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Ancient Cyprus
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  Highlights of the Collection: Cypriot Jewelery
  Cypriot Jewellery from the Archaic Period Page 1 of 3
 

During the Archaic Period on Cyprus (c. 750-500 B.C.) styles of jewellery and personal adornment were often very typically Cypriot. The most common form of personal adornment used during this period seems to have been spiral earings of solid metal, which were worn by both men and women. These spirals are found in varying sizes and metals, and some have elaborate ornaments. The simple spirals have 1½ turn, but examples with more turns are not unusual.


AN1888.1316;
AN1890.685;
AN1896-1908.C.399
   
  The spirals rings on display at the Ashmolean are made of bronze, silver or gold-plated bronze. The combination of bronze and gold in jewellery was a Cypriot speciality. The metal of the silver spiral rings has corroded, and now presents an uneven dull grey surface - illustrating one major reason for the higher value of gold; i.e. gold does not corrode.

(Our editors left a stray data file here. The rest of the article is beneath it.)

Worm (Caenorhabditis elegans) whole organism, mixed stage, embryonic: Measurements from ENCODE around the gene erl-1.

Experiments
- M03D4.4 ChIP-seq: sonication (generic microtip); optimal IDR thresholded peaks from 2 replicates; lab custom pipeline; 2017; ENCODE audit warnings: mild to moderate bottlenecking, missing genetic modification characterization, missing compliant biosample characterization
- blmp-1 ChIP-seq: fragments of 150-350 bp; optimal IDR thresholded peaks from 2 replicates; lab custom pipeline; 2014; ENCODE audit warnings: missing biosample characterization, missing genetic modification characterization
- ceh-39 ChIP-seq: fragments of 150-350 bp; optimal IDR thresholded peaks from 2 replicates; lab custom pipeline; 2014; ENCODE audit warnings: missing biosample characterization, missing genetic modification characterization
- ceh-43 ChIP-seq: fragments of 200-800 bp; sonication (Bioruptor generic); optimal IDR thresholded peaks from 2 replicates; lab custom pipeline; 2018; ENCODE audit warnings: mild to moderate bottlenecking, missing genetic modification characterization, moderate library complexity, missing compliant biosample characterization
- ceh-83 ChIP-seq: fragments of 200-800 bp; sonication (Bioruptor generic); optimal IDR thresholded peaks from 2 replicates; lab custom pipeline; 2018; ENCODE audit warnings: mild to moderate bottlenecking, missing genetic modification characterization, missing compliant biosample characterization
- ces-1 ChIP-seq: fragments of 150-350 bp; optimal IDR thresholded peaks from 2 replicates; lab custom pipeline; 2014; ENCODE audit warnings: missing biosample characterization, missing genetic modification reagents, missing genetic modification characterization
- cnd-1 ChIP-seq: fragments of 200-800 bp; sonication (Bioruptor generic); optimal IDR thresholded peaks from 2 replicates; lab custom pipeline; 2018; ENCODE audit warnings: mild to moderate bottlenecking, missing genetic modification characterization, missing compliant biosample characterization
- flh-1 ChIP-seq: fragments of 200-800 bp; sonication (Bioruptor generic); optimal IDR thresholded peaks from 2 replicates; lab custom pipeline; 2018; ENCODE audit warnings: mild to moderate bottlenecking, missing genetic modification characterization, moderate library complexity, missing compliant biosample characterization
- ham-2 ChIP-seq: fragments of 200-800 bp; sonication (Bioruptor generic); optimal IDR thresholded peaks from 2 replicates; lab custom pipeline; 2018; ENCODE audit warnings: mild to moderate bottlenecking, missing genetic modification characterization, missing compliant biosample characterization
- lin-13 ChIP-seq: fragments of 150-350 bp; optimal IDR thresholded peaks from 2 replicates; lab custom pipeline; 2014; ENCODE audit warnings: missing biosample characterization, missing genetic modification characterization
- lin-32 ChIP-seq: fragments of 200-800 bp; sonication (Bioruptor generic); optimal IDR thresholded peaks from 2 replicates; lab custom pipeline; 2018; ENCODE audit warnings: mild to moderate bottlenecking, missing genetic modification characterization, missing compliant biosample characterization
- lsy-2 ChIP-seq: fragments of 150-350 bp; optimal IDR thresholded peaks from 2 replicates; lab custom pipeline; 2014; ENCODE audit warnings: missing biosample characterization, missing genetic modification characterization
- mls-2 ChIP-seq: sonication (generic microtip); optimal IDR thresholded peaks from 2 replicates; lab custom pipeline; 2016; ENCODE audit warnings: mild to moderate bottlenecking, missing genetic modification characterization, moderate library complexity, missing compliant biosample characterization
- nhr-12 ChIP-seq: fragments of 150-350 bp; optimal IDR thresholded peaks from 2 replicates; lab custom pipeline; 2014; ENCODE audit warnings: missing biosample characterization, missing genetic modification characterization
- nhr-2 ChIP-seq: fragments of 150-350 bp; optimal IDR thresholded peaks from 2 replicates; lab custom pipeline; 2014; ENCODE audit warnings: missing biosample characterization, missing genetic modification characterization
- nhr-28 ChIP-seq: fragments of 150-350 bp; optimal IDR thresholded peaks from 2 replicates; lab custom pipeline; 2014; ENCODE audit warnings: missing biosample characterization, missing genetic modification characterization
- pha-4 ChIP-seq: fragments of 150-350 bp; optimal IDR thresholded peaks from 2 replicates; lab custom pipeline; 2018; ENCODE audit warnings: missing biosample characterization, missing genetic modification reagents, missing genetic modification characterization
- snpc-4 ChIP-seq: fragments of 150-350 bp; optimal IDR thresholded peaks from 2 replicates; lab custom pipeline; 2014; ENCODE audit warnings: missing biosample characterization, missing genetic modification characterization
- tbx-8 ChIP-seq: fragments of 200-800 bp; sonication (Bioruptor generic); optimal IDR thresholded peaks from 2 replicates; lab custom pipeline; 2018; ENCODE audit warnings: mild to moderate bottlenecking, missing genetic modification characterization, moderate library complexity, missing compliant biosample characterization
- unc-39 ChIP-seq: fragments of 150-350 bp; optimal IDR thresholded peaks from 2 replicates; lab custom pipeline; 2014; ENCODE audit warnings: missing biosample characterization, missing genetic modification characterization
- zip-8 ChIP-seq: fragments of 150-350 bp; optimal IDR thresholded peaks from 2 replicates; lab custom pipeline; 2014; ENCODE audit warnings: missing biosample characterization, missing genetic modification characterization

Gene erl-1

These spirals are chunky, the diameter of the wire is 6mm. Because of this thickness it is debated whether they were used as hair adornment instead of as earrings. Both interpretations could be supprted by finds of spirals next to the head in graves.
   
 
However, the usage of the simple version of these spirals as earring by men is clearly seen on several limestone heads

  Limestone head of a man. Acquired by exchange.
(AN1911.351 not on display)
Limestone head of a man, from Golgoi. Gift of Prof. R.G. Collingwood.
(AN1938.348 not on display)
     
  Sets of two spirals corroded together have been found in graves, so apparently several spiral rings could be used at the same time. People would have worn the spirals in multiple piercings along the helix of the ear and through the earlobes.
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